Newfoundland and Labrador Hydro generates power and wants a short-term focus on system reliability over the next few winters.
"What we would like to do is look at what caused the issues that we had during the outages," vice-president Rob Henderson said Wednesday. The utility, which came under heavy fire from seething residents, wants to be able to explain what happened and learn from it, he added.
Henderson made the remarks after a Public Utilities Board meeting to allow public input on the potential parameters of its inquiry into what went wrong and whether it could happen again.
But Karen McCarthy of Newfoundland Power, which distributes and sells electricity, says the inquiry should go farther.
"We at Newfoundland Power can't sit back and plan out the systems and look at the reliability of the system without really knowing what to expect well into the future," she said.
A longer term approach also makes sense to ensure investments in aging equipment are wisely spent, McCarthy said.
"So that we can look our customers squarely in the eyes and say: 'Here's the plan. Here's the backup plan should we run into any difficulty in the future.' And, frankly, try to reconstitute the kind of confidence that people always had in our system."
The two utilities work with the independent Board of Commissioners of Public Utilities to forecast hydro loads while striking a balance between maintenance, upgrades and reasonable rates.
Newfoundland Power was among several presenters Wednesday urging the board to assess reliability up to and beyond 2017 when power from the $7.7-billion Muskrat Falls hydro project in Labrador is expected. Subsea links will transport energy from Labrador to the now isolated power grid in Newfoundland.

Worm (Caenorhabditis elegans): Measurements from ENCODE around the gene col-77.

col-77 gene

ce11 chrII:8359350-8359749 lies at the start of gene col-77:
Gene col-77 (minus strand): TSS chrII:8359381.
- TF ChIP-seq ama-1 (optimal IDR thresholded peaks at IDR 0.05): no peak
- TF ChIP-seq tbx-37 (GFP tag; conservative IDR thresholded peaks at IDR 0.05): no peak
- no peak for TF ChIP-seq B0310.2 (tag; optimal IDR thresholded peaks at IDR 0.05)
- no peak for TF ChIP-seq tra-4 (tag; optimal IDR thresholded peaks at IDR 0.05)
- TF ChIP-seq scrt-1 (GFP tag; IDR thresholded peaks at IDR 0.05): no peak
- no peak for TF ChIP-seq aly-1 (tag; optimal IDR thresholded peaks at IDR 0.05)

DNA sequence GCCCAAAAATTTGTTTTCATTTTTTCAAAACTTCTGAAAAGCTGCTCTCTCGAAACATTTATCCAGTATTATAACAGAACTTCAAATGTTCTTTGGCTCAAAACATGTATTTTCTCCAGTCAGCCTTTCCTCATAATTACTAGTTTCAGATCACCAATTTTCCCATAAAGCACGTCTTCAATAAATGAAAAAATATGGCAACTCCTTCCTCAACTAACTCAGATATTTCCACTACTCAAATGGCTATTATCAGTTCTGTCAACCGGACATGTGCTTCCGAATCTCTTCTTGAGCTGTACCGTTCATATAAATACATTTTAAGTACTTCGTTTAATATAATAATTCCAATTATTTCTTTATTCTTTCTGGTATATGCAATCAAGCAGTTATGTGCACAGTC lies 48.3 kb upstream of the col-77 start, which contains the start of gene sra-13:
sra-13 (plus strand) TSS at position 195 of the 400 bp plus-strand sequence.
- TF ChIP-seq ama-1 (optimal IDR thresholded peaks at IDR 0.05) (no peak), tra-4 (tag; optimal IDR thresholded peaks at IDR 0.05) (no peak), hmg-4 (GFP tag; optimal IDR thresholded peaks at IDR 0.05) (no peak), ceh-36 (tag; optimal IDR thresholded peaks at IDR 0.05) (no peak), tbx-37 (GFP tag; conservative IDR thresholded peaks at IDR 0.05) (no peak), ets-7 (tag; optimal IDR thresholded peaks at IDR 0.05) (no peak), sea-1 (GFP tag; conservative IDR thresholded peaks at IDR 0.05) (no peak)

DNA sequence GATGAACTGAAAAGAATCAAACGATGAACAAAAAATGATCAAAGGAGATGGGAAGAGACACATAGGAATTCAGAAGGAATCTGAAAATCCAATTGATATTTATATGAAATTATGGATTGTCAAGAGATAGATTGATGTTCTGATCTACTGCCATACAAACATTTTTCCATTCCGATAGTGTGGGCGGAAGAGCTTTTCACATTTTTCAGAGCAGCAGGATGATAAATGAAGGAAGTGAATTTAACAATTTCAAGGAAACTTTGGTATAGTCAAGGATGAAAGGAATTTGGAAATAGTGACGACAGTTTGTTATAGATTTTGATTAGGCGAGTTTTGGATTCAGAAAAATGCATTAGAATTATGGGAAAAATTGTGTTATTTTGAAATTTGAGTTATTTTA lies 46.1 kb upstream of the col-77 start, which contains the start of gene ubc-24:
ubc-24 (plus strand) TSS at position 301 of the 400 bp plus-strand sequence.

A key question is whether the board should examine the province's plan to shut down the island's Holyrood power plant when Muskrat Falls electricity flows. Mothballing the oil-fired site has been a major selling point for the Progressive Conservative government's push for renewable power.
Liberal Opposition Leader Dwight Ball is among several critics who've said the board should assess whether Holyrood might be needed as backup.
David Vardy, a former board chairman, urged the board Wednesday to revisit the reliability of Muskrat Falls transmission lines as planned by Crown corporation Nalcor Energy.
In a joint submission to the board with Ron Penney, a former deputy minister of justice and St. John's city manager, Vardy also says the inquiry should explore any plans to import emergency energy from Nova Scotia should Muskrat Falls power fall short or fail.
Board chairman Andy Wells hinted Wednesday that the inquiry may proceed in phases to allow short and longer term assessments. He said more information on its scope and timeline is expected within two weeks.
Planned rotating outages on the island of Newfoundland started Jan. 2 as electricity demands spiked during a cold snap.
A public call to conserve energy went out that day after Newfoundland and Labrador Hydro notified the board Dec. 31 of "extended capacity issues" involving a generating unit at Holyrood and two gas turbines that were down for maintenance.
Unplanned blackouts affected up to 190,000 customers the weekend of Jan. 4-5 after a transformer fire and a breaker malfunction threw Holyrood offline.
The failures raised questions about load forecasts and maintenance as energy analysts compared them to outages usually seen in developing countries.